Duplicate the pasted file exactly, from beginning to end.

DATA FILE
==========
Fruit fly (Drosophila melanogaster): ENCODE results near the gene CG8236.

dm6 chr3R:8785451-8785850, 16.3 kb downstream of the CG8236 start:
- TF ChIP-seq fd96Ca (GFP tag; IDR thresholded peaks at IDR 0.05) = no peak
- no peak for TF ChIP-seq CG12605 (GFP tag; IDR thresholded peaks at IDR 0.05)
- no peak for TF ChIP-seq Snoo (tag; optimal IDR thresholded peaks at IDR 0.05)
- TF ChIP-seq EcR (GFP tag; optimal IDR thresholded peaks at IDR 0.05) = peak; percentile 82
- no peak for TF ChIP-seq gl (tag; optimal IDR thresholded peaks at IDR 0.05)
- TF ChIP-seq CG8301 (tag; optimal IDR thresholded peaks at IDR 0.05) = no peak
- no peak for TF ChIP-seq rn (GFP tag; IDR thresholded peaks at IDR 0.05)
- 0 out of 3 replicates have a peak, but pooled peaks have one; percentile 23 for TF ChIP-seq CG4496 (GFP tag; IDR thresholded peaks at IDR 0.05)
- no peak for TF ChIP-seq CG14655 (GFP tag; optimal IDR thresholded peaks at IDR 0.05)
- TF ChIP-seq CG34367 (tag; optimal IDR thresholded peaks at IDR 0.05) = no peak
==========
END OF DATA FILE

Fruit fly (Drosophila melanogaster): ENCODE results near the gene CG8236.

dm6 chr3R:8785451-8785850, 16.3 kb downstream of the CG8236 start:
- TF ChIP-seq fd96Ca (GFP tag; IDR thresholded peaks at IDR 0.05) = no peak
- no peak for TF ChIP-seq CG12605 (GFP tag; IDR thresholded peaks at IDR 0.05)
- no peak for TF ChIP-seq Snoo (tag; optimal IDR thresholded peaks at IDR 0.05)
- TF ChIP-seq EcR (GFP tag; optimal IDR thresholded peaks at IDR 0.05) = peak; percentile 82
- no peak for TF ChIP-seq gl (tag; optimal IDR thresholded peaks at IDR 0.05)
- TF ChIP-seq CG8301 (tag; optimal IDR thresholded peaks at IDR 0.05) = no peak
- no peak for TF ChIP-seq rn (GFP tag; IDR thresholded peaks at IDR 0.05)
- 0 out of 3 replicates have a peak, but pooled peaks have one; percentile 23 for TF ChIP-seq CG4496 (GFP tag; IDR thresholded peaks at IDR 0.05)
- no peak for TF ChIP-seq CG14655 (GFP tag; optimal IDR thresholded peaks at IDR 0.05)
- TF ChIP-seq CG34367 (tag; optimal IDR thresholded peaks at IDR 0.05) = no peak